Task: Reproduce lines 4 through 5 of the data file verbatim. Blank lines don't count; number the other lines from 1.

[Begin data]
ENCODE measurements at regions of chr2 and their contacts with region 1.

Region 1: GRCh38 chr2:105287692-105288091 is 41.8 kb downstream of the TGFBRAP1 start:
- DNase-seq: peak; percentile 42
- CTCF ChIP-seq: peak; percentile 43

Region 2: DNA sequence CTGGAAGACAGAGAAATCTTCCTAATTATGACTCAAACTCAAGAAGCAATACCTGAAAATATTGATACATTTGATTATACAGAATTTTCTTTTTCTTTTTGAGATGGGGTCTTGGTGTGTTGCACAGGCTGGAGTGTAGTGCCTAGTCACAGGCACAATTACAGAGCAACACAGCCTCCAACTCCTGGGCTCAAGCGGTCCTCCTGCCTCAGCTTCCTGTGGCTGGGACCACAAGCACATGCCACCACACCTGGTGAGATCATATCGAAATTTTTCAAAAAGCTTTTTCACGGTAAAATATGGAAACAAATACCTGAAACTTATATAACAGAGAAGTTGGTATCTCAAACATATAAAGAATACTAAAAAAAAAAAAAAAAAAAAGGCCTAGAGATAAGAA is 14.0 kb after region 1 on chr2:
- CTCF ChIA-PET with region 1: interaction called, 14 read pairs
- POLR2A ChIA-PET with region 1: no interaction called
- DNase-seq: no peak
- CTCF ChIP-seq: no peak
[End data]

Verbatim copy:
- CTCF ChIP-seq: peak; percentile 43

Region 2: DNA sequence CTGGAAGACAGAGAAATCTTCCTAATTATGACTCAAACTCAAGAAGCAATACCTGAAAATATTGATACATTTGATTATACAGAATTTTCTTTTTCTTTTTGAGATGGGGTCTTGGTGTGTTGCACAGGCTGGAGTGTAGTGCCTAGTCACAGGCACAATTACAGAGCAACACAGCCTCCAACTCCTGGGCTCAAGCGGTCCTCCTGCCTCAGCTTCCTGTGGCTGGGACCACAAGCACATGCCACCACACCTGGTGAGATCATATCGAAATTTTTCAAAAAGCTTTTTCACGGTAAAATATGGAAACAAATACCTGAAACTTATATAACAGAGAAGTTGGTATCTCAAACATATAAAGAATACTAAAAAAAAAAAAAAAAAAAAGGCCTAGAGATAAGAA is 14.0 kb after region 1 on chr2: